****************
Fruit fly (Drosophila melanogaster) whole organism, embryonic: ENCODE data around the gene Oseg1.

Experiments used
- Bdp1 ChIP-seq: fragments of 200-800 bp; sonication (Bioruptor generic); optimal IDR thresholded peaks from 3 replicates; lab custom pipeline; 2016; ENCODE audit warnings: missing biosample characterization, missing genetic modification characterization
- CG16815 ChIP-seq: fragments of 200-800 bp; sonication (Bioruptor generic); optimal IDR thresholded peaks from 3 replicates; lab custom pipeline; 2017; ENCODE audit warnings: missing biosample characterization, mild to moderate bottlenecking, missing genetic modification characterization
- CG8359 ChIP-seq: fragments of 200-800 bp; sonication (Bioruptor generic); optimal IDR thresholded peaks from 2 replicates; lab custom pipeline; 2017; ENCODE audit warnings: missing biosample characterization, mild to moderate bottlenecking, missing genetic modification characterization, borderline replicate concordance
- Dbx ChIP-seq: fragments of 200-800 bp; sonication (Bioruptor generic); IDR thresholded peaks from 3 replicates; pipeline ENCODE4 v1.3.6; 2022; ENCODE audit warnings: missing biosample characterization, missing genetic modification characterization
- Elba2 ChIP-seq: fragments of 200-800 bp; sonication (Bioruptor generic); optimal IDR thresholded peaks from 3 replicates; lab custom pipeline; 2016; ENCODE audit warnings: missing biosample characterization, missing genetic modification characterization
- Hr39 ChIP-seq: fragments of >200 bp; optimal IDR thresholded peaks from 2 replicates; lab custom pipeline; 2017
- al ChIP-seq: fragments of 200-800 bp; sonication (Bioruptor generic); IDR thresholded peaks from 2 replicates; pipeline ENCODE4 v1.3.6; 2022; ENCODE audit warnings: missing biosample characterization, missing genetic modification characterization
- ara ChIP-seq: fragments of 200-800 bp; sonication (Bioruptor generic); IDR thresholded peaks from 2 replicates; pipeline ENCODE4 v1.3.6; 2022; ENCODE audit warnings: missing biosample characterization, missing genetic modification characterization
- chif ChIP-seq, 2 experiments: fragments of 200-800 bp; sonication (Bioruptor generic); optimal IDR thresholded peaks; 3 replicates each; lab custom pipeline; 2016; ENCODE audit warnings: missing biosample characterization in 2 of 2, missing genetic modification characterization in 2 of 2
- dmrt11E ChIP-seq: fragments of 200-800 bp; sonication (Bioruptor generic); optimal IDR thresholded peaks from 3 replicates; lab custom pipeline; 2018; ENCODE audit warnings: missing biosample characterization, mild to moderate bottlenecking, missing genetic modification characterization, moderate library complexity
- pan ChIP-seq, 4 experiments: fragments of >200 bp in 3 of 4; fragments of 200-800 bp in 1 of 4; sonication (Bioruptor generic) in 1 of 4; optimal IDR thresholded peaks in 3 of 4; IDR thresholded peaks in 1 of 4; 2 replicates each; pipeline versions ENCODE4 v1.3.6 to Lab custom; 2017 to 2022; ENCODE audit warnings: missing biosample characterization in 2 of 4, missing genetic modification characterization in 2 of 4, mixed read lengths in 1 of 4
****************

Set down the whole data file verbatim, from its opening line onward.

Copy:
Fruit fly (Drosophila melanogaster) whole organism, embryonic: ENCODE data around the gene Oseg1.

Experiments used
- Bdp1 ChIP-seq: fragments of 200-800 bp; sonication (Bioruptor generic); optimal IDR thresholded peaks from 3 replicates; lab custom pipeline; 2016; ENCODE audit warnings: missing biosample characterization, missing genetic modification characterization
- CG16815 ChIP-seq: fragments of 200-800 bp; sonication (Bioruptor generic); optimal IDR thresholded peaks from 3 replicates; lab custom pipeline; 2017; ENCODE audit warnings: missing biosample characterization, mild to moderate bottlenecking, missing genetic modification characterization
- CG8359 ChIP-seq: fragments of 200-800 bp; sonication (Bioruptor generic); optimal IDR thresholded peaks from 2 replicates; lab custom pipeline; 2017; ENCODE audit warnings: missing biosample characterization, mild to moderate bottlenecking, missing genetic modification characterization, borderline replicate concordance
- Dbx ChIP-seq: fragments of 200-800 bp; sonication (Bioruptor generic); IDR thresholded peaks from 3 replicates; pipeline ENCODE4 v1.3.6; 2022; ENCODE audit warnings: missing biosample characterization, missing genetic modification characterization
- Elba2 ChIP-seq: fragments of 200-800 bp; sonication (Bioruptor generic); optimal IDR thresholded peaks from 3 replicates; lab custom pipeline; 2016; ENCODE audit warnings: missing biosample characterization, missing genetic modification characterization
- Hr39 ChIP-seq: fragments of >200 bp; optimal IDR thresholded peaks from 2 replicates; lab custom pipeline; 2017
- al ChIP-seq: fragments of 200-800 bp; sonication (Bioruptor generic); IDR thresholded peaks from 2 replicates; pipeline ENCODE4 v1.3.6; 2022; ENCODE audit warnings: missing biosample characterization, missing genetic modification characterization
- ara ChIP-seq: fragments of 200-800 bp; sonication (Bioruptor generic); IDR thresholded peaks from 2 replicates; pipeline ENCODE4 v1.3.6; 2022; ENCODE audit warnings: missing biosample characterization, missing genetic modification characterization
- chif ChIP-seq, 2 experiments: fragments of 200-800 bp; sonication (Bioruptor generic); optimal IDR thresholded peaks; 3 replicates each; lab custom pipeline; 2016; ENCODE audit warnings: missing biosample characterization in 2 of 2, missing genetic modification characterization in 2 of 2
- dmrt11E ChIP-seq: fragments of 200-800 bp; sonication (Bioruptor generic); optimal IDR thresholded peaks from 3 replicates; lab custom pipeline; 2018; ENCODE audit warnings: missing biosample characterization, mild to moderate bottlenecking, missing genetic modification characterization, moderate library complexity
- pan ChIP-seq, 4 experiments: fragments of >200 bp in 3 of 4; fragments of 200-800 bp in 1 of 4; sonication (Bioruptor generic) in 1 of 4; optimal IDR thresholded peaks in 3 of 4; IDR thresholded peaks in 1 of 4; 2 replicates each; pipeline versions ENCODE4 v1.3.6 to Lab custom; 2017 to 2022; ENCODE audit warnings: missing biosample characterization in 2 of 4, missing genetic modification characterization in 2 of 4, mixed read lengths in 1 of 4